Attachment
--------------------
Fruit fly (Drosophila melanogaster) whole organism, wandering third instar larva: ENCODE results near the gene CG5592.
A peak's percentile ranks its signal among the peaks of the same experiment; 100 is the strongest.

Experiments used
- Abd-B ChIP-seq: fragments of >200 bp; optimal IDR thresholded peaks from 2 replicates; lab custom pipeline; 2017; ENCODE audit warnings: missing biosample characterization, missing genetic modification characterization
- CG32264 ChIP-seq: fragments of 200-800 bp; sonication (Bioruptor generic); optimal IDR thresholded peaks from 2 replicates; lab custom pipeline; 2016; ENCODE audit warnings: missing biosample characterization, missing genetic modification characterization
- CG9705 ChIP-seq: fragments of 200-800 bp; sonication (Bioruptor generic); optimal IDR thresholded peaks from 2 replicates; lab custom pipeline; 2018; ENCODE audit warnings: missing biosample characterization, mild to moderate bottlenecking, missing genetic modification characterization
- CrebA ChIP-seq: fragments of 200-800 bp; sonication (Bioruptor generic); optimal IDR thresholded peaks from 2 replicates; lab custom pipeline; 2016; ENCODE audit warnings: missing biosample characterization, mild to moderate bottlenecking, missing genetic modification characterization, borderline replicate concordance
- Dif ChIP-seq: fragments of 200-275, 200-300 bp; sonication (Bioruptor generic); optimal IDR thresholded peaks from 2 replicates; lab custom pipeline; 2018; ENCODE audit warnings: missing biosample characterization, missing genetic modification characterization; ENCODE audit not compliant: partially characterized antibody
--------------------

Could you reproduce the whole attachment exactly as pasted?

Fruit fly (Drosophila melanogaster) whole organism, wandering third instar larva: ENCODE results near the gene CG5592.
A peak's percentile ranks its signal among the peaks of the same experiment; 100 is the strongest.

Experiments used
- Abd-B ChIP-seq: fragments of >200 bp; optimal IDR thresholded peaks from 2 replicates; lab custom pipeline; 2017; ENCODE audit warnings: missing biosample characterization, missing genetic modification characterization
- CG32264 ChIP-seq: fragments of 200-800 bp; sonication (Bioruptor generic); optimal IDR thresholded peaks from 2 replicates; lab custom pipeline; 2016; ENCODE audit warnings: missing biosample characterization, missing genetic modification characterization
- CG9705 ChIP-seq: fragments of 200-800 bp; sonication (Bioruptor generic); optimal IDR thresholded peaks from 2 replicates; lab custom pipeline; 2018; ENCODE audit warnings: missing biosample characterization, mild to moderate bottlenecking, missing genetic modification characterization
- CrebA ChIP-seq: fragments of 200-800 bp; sonication (Bioruptor generic); optimal IDR thresholded peaks from 2 replicates; lab custom pipeline; 2016; ENCODE audit warnings: missing biosample characterization, mild to moderate bottlenecking, missing genetic modification characterization, borderline replicate concordance
- Dif ChIP-seq: fragments of 200-275, 200-300 bp; sonication (Bioruptor generic); optimal IDR thresholded peaks from 2 replicates; lab custom pipeline; 2018; ENCODE audit warnings: missing biosample characterization, missing genetic modification characterization; ENCODE audit not compliant: partially characterized antibody